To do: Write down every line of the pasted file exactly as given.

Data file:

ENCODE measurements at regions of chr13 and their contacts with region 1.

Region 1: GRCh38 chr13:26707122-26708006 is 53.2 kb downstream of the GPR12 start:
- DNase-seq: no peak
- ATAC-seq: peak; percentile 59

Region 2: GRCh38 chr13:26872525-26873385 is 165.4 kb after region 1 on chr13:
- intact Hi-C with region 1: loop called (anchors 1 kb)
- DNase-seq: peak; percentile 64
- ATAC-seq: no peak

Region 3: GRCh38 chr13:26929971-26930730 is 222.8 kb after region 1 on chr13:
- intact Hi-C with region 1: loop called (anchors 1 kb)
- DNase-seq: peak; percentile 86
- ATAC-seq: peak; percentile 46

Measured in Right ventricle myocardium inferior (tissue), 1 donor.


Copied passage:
ENCODE measurements at regions of chr13 and their contacts with region 1.

Region 1: GRCh38 chr13:26707122-26708006 is 53.2 kb downstream of the GPR12 start:
- DNase-seq: no peak
- ATAC-seq: peak; percentile 59

Region 2: GRCh38 chr13:26872525-26873385 is 165.4 kb after region 1 on chr13:
- intact Hi-C with region 1: loop called (anchors 1 kb)
- DNase-seq: peak; percentile 64
- ATAC-seq: no peak

Region 3: GRCh38 chr13:26929971-26930730 is 222.8 kb after region 1 on chr13:
- intact Hi-C with region 1: loop called (anchors 1 kb)
- DNase-seq: peak; percentile 86
- ATAC-seq: peak; percentile 46

Measured in Right ventricle myocardium inferior (tissue), 1 donor.